Inflorescence width
    30–60 mm
    Length of flower stalk
    10–23 mm
    Length of peduncle
    90–250 mm
    Marks on petals
    • the petals have spots or streaks on them
    • there are no noticeable marks on the petals
    Nectar spur
    the flower has no nectar spurs
    Number of carpels
    3
    Number of pistils
    1
    Number of sepals and/or petals
    there are six petals, sepals or tepals in the flower
    Number of styles
    3
    Ovary position
    • the ovary is above the point of petal and/or sepal attachment
    • the ovary is below the point of petal and/or sepal attachment
    Petal and sepal arrangement
    the flower includes two cycles of petal- or sepal-like structures
    Petal appearance
    the petals are thin and delicate, and pigmented (colored other than green or brown)
    Petal base
    the petal narrows gradually or does not narrow at the base
    Petal fusion
    the perianth parts are separate
    Petal nectaries
    there are nectaries at the petal bases
    Sepal appearance
    the sepals resemble petals in color and texture
    Sepal length
    7–12 mm
    Sepals fused only to sepals
    the sepals are separate from one another
    Spathe
    the plant does not have a spathe
    Spathe form
    NA
    Spathe length
    0 mm
    Stamen length
    3.5–12 mm
    Stamen number
    6
    Stamen position relative to petals
    NA
    Stamen types
    the stamens within a cycle are all similar
    Stamens fused outwards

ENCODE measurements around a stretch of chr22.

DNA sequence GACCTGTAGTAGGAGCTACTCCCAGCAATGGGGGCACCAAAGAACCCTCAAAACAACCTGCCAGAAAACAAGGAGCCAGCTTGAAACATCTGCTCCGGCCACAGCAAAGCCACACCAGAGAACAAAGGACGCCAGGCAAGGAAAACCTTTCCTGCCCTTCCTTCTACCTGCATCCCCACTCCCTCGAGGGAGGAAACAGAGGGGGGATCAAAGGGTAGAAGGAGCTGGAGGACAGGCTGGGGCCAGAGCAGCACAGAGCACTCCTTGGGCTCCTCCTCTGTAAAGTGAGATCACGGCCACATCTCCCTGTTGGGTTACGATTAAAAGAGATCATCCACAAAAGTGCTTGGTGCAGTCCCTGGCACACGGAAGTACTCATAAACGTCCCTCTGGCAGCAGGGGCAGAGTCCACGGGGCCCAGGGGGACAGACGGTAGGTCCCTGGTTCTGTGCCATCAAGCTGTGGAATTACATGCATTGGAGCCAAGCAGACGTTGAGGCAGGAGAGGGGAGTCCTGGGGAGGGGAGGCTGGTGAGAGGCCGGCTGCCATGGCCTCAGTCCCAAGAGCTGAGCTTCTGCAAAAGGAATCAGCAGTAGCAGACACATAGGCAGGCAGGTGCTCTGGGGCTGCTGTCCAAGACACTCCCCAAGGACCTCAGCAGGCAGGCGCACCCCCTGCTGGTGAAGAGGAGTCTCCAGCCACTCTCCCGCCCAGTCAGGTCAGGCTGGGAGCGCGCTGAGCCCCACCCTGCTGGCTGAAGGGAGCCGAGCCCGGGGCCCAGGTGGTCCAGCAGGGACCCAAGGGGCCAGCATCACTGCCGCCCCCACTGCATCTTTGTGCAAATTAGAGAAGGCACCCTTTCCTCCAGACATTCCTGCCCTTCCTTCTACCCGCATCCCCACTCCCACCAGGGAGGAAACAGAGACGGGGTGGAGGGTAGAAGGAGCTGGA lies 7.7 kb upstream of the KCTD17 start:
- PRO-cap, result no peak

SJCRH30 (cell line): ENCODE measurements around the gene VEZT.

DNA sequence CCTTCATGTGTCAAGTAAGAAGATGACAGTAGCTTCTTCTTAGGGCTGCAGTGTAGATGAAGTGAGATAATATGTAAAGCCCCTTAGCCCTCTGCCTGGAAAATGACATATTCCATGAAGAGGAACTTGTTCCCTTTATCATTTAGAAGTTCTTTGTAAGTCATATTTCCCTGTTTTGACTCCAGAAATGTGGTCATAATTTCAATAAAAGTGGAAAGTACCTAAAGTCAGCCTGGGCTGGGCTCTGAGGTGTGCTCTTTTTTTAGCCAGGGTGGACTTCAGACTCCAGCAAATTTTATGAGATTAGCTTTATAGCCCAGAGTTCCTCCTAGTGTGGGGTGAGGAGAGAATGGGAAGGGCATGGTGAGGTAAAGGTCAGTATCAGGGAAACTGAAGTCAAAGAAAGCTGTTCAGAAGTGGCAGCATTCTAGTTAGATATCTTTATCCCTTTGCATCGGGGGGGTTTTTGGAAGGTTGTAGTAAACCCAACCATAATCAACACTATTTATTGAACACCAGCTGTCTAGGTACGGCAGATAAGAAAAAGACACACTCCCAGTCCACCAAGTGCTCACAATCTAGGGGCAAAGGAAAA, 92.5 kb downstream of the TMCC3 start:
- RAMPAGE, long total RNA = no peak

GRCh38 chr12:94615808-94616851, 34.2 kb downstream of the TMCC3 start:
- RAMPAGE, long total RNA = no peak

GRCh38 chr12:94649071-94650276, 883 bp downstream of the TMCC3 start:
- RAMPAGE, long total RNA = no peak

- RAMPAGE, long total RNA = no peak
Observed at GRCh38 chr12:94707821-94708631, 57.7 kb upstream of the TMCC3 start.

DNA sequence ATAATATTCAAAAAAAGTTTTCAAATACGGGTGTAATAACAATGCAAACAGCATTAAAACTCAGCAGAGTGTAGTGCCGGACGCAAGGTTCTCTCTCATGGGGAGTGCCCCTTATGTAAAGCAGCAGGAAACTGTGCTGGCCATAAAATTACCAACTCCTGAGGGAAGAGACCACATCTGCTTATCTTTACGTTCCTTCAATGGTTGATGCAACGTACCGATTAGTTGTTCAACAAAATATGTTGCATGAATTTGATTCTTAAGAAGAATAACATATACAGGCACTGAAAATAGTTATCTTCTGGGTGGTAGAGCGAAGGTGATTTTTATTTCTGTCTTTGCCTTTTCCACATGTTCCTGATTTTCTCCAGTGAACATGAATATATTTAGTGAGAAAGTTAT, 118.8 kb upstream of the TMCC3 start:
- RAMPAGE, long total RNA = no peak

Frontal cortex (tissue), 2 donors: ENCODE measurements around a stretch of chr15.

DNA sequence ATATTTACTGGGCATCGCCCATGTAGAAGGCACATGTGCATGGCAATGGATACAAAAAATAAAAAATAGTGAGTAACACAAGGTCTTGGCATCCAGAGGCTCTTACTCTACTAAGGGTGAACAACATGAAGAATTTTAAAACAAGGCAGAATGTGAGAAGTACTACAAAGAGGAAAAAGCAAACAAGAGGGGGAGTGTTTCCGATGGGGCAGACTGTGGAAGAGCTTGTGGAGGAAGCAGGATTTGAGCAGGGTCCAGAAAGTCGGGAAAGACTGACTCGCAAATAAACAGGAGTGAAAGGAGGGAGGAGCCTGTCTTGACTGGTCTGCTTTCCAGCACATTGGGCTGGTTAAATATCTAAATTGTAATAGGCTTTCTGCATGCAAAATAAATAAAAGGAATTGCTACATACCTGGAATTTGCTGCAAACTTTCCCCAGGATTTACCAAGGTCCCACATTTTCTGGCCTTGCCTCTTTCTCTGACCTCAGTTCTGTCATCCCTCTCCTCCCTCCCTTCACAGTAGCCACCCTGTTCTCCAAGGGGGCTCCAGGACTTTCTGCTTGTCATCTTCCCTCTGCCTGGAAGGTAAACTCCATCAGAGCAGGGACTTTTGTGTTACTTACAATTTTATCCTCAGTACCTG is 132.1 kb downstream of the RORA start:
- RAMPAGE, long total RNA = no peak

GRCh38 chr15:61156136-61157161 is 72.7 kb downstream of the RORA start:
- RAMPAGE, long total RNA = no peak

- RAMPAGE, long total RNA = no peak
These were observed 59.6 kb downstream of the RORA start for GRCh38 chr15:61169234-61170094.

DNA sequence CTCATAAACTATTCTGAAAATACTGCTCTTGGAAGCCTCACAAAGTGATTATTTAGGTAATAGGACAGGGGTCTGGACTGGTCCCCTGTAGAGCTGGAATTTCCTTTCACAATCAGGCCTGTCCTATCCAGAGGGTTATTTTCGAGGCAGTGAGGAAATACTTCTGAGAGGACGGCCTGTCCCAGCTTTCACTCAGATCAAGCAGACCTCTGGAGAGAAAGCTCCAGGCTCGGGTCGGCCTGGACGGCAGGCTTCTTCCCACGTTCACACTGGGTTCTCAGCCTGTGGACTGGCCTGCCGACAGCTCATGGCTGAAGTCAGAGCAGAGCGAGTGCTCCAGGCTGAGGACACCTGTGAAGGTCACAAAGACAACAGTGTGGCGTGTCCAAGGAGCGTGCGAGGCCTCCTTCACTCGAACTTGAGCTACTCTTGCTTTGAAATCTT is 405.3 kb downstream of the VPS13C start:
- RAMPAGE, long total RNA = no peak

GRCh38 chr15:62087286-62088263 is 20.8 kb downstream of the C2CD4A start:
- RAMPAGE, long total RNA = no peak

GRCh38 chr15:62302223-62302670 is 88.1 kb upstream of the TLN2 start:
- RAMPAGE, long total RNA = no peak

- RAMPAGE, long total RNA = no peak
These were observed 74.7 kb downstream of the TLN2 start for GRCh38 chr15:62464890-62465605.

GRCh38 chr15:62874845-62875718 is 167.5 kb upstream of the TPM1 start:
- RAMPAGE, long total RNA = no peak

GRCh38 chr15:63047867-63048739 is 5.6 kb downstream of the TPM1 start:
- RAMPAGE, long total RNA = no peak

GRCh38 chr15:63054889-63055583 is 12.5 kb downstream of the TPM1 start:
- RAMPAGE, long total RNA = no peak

the stamens are not fused to the petals or tepals
    Style petal-like
    the style is not broad and flattened like a petal
    Tepals
    the petals and sepals are similar in size and color
  • Fruits or seeds
    Berry color
    NA
    Fruit compartments
    there are three locules in the fruit
    Fruit cross-section
    the fruit is round in cross-section
    Fruit length
    10–20 mm
    Fruit stalk orientation
    the fruits point upward or spread or curve outward
    Fruit type (general)
    the fruit is dry and splits open when ripe
    Fruit type (specific)
    the fruit is a capsule (splits along two or more seams, apical teeth or pores when dry, to release two or more seeds)
    Other markings on berry
    NA
  • Glands or sap
    Sap
    the sap is clear and watery
  • Growth form
    Lifespan
    the plant lives more than two years
    Underground organs
    the plant has one or more swollen storage organs underground, such as bulbs, tubers or corms
  • Leaves
    Hairs on underside of leaf blade
    the underside of the leaf is not hairy, or has very few hairs
    Hairs on upper side of leaf blade
    the upper side of the leaf is not hairy, or has very few hairs
    Leaf arrangement
    • alternate: there is one leaf per node along the stem
    • basal: the leaves are growing only at the base of the plant
    Leaf blade basal lobes
    the leaf blades do not have basal lobes
    Leaf blade base
    • the leaf blade clasps the stem at the base, or the leaf blade goes all the way around the stem, so that the stem appears to pierce the leaf blade
    • the leaf has no stalk